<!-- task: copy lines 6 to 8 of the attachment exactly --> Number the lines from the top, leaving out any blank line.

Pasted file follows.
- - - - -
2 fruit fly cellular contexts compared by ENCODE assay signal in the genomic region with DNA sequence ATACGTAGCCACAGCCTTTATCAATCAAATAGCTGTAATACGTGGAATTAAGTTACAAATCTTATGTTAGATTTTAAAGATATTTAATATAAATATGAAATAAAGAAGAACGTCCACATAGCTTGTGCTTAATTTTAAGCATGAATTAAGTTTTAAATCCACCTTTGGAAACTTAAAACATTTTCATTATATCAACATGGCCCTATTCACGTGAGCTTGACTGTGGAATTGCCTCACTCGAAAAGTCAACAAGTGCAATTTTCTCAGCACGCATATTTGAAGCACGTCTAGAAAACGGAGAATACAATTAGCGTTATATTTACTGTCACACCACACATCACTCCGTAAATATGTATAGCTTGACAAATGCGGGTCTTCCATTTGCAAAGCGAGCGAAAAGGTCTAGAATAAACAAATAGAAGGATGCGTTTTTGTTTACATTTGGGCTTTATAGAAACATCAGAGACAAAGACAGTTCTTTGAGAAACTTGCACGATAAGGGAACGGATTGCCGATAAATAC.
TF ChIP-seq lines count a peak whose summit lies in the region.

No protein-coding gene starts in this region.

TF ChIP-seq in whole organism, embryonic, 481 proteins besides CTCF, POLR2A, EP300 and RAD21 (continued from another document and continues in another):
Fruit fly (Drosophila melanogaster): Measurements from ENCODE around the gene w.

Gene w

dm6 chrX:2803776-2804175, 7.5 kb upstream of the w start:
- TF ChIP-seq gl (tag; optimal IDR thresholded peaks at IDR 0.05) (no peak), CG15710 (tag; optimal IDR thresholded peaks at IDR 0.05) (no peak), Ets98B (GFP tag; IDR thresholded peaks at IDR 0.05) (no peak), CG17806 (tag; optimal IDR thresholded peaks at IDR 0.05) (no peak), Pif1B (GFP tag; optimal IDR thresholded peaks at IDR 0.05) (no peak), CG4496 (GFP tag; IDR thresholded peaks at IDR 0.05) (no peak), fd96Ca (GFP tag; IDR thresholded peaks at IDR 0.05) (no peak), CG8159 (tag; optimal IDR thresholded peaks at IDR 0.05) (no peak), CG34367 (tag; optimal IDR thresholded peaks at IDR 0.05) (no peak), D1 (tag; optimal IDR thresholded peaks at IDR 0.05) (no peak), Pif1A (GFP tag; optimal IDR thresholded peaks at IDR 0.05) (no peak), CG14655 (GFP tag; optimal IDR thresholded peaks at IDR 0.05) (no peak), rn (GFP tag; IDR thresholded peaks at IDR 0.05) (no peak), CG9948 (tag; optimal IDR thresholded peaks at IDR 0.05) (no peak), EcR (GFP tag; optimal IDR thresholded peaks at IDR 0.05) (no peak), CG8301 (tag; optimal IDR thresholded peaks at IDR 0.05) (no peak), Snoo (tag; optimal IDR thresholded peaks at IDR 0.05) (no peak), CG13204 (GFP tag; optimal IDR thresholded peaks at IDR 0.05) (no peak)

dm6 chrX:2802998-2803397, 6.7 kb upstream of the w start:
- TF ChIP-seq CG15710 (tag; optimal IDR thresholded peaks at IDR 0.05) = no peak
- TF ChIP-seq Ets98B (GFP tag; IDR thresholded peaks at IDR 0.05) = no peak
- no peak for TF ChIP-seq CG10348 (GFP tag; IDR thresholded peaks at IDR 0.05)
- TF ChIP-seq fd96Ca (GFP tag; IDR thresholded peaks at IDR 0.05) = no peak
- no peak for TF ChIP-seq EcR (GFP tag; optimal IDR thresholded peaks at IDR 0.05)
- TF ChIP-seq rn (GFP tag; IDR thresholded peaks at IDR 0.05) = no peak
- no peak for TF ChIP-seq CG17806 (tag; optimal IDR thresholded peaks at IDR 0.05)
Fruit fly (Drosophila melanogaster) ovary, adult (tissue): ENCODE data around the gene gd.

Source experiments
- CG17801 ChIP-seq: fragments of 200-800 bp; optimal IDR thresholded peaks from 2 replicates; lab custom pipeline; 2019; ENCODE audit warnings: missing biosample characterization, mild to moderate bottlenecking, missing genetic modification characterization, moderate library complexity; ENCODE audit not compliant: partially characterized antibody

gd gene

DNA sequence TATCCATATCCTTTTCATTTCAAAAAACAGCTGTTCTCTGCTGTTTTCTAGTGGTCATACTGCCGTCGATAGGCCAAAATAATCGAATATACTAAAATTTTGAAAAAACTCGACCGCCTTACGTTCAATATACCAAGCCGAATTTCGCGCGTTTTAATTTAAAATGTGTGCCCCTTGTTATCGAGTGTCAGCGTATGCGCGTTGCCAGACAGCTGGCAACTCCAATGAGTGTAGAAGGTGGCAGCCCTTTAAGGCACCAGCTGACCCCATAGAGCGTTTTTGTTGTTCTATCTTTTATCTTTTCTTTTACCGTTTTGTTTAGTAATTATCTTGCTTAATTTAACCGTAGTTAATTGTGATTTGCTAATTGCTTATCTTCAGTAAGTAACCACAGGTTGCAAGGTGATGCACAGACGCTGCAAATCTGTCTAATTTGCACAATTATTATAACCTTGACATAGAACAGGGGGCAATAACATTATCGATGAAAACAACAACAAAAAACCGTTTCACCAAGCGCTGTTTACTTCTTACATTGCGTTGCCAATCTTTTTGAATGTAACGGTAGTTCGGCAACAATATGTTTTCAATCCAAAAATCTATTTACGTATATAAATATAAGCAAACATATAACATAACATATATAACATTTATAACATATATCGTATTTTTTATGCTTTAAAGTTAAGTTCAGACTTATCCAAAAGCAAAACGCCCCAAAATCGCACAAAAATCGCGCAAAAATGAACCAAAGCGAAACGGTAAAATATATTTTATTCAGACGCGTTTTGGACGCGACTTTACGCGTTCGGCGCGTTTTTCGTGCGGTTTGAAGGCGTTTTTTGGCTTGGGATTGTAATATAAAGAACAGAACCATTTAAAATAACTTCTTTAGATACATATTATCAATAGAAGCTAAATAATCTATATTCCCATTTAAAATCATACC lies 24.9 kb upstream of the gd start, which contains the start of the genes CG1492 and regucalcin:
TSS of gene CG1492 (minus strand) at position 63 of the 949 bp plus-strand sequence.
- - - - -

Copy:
Gene w

dm6 chrX:2803776-2804175, 7.5 kb upstream of the w start:
- TF ChIP-seq gl (tag; optimal IDR thresholded peaks at IDR 0.05) (no peak), CG15710 (tag; optimal IDR thresholded peaks at IDR 0.05) (no peak), Ets98B (GFP tag; IDR thresholded peaks at IDR 0.05) (no peak), CG17806 (tag; optimal IDR thresholded peaks at IDR 0.05) (no peak), Pif1B (GFP tag; optimal IDR thresholded peaks at IDR 0.05) (no peak), CG4496 (GFP tag; IDR thresholded peaks at IDR 0.05) (no peak), fd96Ca (GFP tag; IDR thresholded peaks at IDR 0.05) (no peak), CG8159 (tag; optimal IDR thresholded peaks at IDR 0.05) (no peak), CG34367 (tag; optimal IDR thresholded peaks at IDR 0.05) (no peak), D1 (tag; optimal IDR thresholded peaks at IDR 0.05) (no peak), Pif1A (GFP tag; optimal IDR thresholded peaks at IDR 0.05) (no peak), CG14655 (GFP tag; optimal IDR thresholded peaks at IDR 0.05) (no peak), rn (GFP tag; IDR thresholded peaks at IDR 0.05) (no peak), CG9948 (tag; optimal IDR thresholded peaks at IDR 0.05) (no peak), EcR (GFP tag; optimal IDR thresholded peaks at IDR 0.05) (no peak), CG8301 (tag; optimal IDR thresholded peaks at IDR 0.05) (no peak), Snoo (tag; optimal IDR thresholded peaks at IDR 0.05) (no peak), CG13204 (GFP tag; optimal IDR thresholded peaks at IDR 0.05) (no peak)